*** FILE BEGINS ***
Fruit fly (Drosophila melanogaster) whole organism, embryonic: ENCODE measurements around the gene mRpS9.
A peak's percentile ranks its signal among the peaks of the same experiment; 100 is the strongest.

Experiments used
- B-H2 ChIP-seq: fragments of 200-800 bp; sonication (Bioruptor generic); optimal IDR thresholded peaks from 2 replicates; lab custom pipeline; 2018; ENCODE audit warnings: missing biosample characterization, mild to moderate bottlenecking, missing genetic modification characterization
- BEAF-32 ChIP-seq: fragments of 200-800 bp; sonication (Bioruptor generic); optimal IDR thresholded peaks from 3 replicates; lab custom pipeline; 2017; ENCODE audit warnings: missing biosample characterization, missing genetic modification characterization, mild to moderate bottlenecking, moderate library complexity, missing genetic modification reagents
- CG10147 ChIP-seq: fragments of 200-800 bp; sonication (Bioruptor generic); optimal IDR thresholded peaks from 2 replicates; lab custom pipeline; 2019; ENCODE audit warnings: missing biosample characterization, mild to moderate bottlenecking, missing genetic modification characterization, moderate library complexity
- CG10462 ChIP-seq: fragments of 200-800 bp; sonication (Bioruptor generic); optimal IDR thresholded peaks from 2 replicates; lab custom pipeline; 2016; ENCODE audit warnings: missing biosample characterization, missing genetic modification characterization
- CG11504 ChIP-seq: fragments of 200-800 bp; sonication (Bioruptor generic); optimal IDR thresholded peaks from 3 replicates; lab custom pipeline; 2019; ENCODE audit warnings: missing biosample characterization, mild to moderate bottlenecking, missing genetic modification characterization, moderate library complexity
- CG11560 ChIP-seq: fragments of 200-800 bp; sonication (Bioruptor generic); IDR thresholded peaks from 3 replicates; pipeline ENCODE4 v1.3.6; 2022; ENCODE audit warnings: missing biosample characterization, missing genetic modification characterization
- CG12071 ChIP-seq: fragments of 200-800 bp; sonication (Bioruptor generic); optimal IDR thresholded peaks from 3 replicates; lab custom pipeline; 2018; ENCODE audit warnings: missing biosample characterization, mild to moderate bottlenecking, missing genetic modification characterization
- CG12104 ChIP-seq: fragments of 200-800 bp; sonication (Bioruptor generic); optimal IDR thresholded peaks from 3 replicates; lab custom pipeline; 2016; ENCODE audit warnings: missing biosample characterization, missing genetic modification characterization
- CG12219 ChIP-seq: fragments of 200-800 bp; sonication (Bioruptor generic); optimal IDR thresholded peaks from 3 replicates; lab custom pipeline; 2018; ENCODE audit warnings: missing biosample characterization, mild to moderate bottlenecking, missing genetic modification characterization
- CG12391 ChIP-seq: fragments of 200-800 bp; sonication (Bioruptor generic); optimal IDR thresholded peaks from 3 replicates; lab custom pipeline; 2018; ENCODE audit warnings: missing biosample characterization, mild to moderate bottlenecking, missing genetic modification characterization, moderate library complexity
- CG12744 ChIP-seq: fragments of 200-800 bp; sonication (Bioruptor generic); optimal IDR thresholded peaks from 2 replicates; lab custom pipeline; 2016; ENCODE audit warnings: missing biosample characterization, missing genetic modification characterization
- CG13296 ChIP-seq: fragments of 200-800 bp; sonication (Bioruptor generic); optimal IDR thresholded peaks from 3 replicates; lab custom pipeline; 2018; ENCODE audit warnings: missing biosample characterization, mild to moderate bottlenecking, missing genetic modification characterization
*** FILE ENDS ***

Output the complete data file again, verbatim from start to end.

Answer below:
Fruit fly (Drosophila melanogaster) whole organism, embryonic: ENCODE measurements around the gene mRpS9.
A peak's percentile ranks its signal among the peaks of the same experiment; 100 is the strongest.

Experiments used
- B-H2 ChIP-seq: fragments of 200-800 bp; sonication (Bioruptor generic); optimal IDR thresholded peaks from 2 replicates; lab custom pipeline; 2018; ENCODE audit warnings: missing biosample characterization, mild to moderate bottlenecking, missing genetic modification characterization
- BEAF-32 ChIP-seq: fragments of 200-800 bp; sonication (Bioruptor generic); optimal IDR thresholded peaks from 3 replicates; lab custom pipeline; 2017; ENCODE audit warnings: missing biosample characterization, missing genetic modification characterization, mild to moderate bottlenecking, moderate library complexity, missing genetic modification reagents
- CG10147 ChIP-seq: fragments of 200-800 bp; sonication (Bioruptor generic); optimal IDR thresholded peaks from 2 replicates; lab custom pipeline; 2019; ENCODE audit warnings: missing biosample characterization, mild to moderate bottlenecking, missing genetic modification characterization, moderate library complexity
- CG10462 ChIP-seq: fragments of 200-800 bp; sonication (Bioruptor generic); optimal IDR thresholded peaks from 2 replicates; lab custom pipeline; 2016; ENCODE audit warnings: missing biosample characterization, missing genetic modification characterization
- CG11504 ChIP-seq: fragments of 200-800 bp; sonication (Bioruptor generic); optimal IDR thresholded peaks from 3 replicates; lab custom pipeline; 2019; ENCODE audit warnings: missing biosample characterization, mild to moderate bottlenecking, missing genetic modification characterization, moderate library complexity
- CG11560 ChIP-seq: fragments of 200-800 bp; sonication (Bioruptor generic); IDR thresholded peaks from 3 replicates; pipeline ENCODE4 v1.3.6; 2022; ENCODE audit warnings: missing biosample characterization, missing genetic modification characterization
- CG12071 ChIP-seq: fragments of 200-800 bp; sonication (Bioruptor generic); optimal IDR thresholded peaks from 3 replicates; lab custom pipeline; 2018; ENCODE audit warnings: missing biosample characterization, mild to moderate bottlenecking, missing genetic modification characterization
- CG12104 ChIP-seq: fragments of 200-800 bp; sonication (Bioruptor generic); optimal IDR thresholded peaks from 3 replicates; lab custom pipeline; 2016; ENCODE audit warnings: missing biosample characterization, missing genetic modification characterization
- CG12219 ChIP-seq: fragments of 200-800 bp; sonication (Bioruptor generic); optimal IDR thresholded peaks from 3 replicates; lab custom pipeline; 2018; ENCODE audit warnings: missing biosample characterization, mild to moderate bottlenecking, missing genetic modification characterization
- CG12391 ChIP-seq: fragments of 200-800 bp; sonication (Bioruptor generic); optimal IDR thresholded peaks from 3 replicates; lab custom pipeline; 2018; ENCODE audit warnings: missing biosample characterization, mild to moderate bottlenecking, missing genetic modification characterization, moderate library complexity
- CG12744 ChIP-seq: fragments of 200-800 bp; sonication (Bioruptor generic); optimal IDR thresholded peaks from 2 replicates; lab custom pipeline; 2016; ENCODE audit warnings: missing biosample characterization, missing genetic modification characterization
- CG13296 ChIP-seq: fragments of 200-800 bp; sonication (Bioruptor generic); optimal IDR thresholded peaks from 3 replicates; lab custom pipeline; 2018; ENCODE audit warnings: missing biosample characterization, mild to moderate bottlenecking, missing genetic modification characterization